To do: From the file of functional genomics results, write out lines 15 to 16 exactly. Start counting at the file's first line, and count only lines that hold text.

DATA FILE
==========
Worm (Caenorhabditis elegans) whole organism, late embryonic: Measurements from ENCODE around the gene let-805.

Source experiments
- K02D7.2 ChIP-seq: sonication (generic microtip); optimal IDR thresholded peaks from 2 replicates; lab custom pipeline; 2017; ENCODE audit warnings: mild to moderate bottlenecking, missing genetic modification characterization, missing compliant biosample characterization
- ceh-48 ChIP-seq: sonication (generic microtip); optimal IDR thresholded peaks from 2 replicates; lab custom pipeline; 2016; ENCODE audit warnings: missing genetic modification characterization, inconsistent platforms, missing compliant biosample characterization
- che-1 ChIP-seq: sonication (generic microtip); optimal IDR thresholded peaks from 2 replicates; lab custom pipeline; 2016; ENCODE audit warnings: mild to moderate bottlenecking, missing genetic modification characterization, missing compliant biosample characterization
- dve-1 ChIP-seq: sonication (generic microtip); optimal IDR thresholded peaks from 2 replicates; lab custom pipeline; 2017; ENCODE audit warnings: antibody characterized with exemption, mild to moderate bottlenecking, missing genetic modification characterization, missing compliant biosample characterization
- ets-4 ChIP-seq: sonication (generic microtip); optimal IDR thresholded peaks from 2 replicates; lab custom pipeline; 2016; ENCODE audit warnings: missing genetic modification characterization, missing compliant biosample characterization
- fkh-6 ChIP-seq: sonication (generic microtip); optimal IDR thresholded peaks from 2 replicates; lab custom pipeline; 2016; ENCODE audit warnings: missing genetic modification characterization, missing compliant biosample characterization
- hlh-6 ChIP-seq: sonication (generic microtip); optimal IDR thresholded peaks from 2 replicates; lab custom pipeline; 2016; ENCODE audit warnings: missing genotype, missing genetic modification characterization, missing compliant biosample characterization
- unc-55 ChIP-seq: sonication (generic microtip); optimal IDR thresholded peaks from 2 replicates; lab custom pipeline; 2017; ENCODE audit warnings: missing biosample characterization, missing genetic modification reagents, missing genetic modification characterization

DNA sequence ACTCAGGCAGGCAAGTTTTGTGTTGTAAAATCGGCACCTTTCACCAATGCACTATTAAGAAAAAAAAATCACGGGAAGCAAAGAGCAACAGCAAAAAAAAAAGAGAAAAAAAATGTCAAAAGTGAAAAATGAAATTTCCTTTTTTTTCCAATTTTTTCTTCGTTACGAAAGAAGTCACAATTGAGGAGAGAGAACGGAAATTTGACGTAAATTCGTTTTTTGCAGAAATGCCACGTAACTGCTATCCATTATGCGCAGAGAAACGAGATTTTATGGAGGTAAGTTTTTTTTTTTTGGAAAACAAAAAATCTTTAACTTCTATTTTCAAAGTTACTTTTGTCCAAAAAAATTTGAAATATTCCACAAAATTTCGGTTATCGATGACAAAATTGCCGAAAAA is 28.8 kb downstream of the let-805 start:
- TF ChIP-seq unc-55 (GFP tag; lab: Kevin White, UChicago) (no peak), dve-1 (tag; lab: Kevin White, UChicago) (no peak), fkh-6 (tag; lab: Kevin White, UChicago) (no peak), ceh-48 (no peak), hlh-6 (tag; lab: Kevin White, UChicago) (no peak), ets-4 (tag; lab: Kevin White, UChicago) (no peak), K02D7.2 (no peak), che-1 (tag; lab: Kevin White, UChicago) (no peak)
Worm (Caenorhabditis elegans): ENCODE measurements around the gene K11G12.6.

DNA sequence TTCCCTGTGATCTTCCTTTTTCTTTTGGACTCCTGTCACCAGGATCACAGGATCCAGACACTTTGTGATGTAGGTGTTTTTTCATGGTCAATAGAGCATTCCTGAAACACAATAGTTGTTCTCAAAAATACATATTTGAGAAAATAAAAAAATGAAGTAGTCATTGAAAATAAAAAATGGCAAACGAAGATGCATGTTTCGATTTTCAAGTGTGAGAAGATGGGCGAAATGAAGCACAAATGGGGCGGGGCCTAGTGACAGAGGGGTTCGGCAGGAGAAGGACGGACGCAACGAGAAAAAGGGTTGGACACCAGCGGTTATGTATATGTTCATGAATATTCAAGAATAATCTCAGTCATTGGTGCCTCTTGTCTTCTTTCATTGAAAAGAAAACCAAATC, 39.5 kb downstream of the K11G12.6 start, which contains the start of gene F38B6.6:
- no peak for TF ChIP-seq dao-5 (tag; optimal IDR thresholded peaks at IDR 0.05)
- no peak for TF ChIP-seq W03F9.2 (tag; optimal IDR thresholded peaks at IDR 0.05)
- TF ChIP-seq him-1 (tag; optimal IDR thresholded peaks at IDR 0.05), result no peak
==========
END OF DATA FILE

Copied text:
- no peak for TF ChIP-seq dao-5 (tag; optimal IDR thresholded peaks at IDR 0.05)
- no peak for TF ChIP-seq W03F9.2 (tag; optimal IDR thresholded peaks at IDR 0.05)